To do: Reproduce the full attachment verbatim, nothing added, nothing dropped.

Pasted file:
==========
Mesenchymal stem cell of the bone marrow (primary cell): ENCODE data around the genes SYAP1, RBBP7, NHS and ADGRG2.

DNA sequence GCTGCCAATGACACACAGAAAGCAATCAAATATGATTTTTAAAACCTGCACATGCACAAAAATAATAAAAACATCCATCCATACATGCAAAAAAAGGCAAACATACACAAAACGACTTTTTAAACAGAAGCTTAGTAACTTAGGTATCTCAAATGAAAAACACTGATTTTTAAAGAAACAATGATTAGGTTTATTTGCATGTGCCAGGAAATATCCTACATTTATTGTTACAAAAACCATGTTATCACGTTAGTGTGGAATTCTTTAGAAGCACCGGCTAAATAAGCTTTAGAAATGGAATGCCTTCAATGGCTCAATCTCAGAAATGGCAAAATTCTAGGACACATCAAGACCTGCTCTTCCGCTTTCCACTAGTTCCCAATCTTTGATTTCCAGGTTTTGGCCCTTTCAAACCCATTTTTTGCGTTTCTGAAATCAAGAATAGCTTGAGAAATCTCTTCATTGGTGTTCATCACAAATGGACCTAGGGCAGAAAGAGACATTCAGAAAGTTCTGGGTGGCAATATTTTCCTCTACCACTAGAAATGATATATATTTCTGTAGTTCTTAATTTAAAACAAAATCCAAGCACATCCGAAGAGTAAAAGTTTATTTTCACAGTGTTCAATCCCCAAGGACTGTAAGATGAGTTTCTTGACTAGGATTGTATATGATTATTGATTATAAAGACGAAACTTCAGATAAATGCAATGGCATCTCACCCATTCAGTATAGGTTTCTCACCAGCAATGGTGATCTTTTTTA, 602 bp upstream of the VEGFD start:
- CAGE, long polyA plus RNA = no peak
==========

Mesenchymal stem cell of the bone marrow (primary cell): ENCODE data around the genes SYAP1, RBBP7, NHS and ADGRG2.

DNA sequence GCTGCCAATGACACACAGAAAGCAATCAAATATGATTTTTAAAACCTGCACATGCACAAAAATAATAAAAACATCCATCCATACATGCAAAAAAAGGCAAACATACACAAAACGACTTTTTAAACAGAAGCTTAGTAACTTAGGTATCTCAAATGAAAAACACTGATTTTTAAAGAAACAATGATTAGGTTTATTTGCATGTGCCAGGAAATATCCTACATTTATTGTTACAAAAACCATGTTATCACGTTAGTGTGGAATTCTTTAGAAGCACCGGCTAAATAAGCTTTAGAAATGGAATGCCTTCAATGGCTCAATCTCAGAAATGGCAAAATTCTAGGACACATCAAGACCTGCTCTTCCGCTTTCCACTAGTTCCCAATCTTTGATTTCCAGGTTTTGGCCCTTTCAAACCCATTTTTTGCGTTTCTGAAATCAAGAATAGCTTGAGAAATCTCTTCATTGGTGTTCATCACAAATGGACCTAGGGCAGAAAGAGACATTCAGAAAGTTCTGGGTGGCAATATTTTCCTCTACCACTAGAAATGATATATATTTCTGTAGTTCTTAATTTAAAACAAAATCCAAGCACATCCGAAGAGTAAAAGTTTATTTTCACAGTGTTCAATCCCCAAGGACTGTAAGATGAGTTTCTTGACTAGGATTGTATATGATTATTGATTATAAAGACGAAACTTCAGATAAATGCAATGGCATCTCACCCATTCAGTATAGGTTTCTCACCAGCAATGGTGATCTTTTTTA, 602 bp upstream of the VEGFD start:
- CAGE, long polyA plus RNA = no peak